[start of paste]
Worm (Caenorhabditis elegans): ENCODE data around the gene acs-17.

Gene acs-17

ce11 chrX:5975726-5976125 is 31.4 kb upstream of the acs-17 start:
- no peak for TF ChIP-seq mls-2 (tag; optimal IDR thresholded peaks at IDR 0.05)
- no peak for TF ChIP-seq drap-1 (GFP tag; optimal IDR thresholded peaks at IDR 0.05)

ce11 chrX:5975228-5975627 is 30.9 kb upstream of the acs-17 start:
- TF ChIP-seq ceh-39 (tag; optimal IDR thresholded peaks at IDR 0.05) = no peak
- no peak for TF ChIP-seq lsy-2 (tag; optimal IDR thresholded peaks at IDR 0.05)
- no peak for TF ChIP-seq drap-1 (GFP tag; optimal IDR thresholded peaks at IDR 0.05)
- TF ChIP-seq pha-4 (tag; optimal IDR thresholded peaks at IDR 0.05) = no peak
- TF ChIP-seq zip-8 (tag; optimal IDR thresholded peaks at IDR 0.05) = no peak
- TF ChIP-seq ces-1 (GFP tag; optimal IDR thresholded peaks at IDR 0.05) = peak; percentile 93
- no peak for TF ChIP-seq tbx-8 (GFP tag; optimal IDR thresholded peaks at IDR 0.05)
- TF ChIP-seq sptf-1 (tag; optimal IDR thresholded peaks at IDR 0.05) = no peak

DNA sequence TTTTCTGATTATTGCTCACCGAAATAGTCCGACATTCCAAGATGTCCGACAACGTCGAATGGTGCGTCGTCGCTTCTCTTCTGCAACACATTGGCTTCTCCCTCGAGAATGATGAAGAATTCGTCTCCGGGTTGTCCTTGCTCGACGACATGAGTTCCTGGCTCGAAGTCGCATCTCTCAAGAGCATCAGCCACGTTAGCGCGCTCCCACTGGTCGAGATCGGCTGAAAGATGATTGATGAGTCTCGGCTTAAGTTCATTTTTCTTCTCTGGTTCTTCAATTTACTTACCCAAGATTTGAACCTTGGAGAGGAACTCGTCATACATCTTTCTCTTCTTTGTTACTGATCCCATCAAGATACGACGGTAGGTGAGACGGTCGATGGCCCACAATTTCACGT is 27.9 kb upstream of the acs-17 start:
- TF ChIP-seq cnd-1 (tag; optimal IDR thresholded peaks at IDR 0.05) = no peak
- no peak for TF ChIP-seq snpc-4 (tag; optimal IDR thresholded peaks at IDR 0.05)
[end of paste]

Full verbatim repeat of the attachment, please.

Worm (Caenorhabditis elegans): ENCODE data around the gene acs-17.

Gene acs-17

ce11 chrX:5975726-5976125 is 31.4 kb upstream of the acs-17 start:
- no peak for TF ChIP-seq mls-2 (tag; optimal IDR thresholded peaks at IDR 0.05)
- no peak for TF ChIP-seq drap-1 (GFP tag; optimal IDR thresholded peaks at IDR 0.05)

ce11 chrX:5975228-5975627 is 30.9 kb upstream of the acs-17 start:
- TF ChIP-seq ceh-39 (tag; optimal IDR thresholded peaks at IDR 0.05) = no peak
- no peak for TF ChIP-seq lsy-2 (tag; optimal IDR thresholded peaks at IDR 0.05)
- no peak for TF ChIP-seq drap-1 (GFP tag; optimal IDR thresholded peaks at IDR 0.05)
- TF ChIP-seq pha-4 (tag; optimal IDR thresholded peaks at IDR 0.05) = no peak
- TF ChIP-seq zip-8 (tag; optimal IDR thresholded peaks at IDR 0.05) = no peak
- TF ChIP-seq ces-1 (GFP tag; optimal IDR thresholded peaks at IDR 0.05) = peak; percentile 93
- no peak for TF ChIP-seq tbx-8 (GFP tag; optimal IDR thresholded peaks at IDR 0.05)
- TF ChIP-seq sptf-1 (tag; optimal IDR thresholded peaks at IDR 0.05) = no peak

DNA sequence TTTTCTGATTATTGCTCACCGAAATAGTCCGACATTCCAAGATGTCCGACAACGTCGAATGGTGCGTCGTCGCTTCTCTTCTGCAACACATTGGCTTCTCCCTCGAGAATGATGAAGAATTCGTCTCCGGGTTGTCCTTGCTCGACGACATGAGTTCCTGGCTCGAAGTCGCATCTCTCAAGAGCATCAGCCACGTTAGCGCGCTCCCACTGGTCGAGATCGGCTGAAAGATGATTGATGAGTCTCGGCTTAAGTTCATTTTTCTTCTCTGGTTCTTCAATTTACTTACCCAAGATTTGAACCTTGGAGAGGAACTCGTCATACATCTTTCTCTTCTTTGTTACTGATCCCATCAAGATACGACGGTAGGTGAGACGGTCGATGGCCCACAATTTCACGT is 27.9 kb upstream of the acs-17 start:
- TF ChIP-seq cnd-1 (tag; optimal IDR thresholded peaks at IDR 0.05) = no peak
- no peak for TF ChIP-seq snpc-4 (tag; optimal IDR thresholded peaks at IDR 0.05)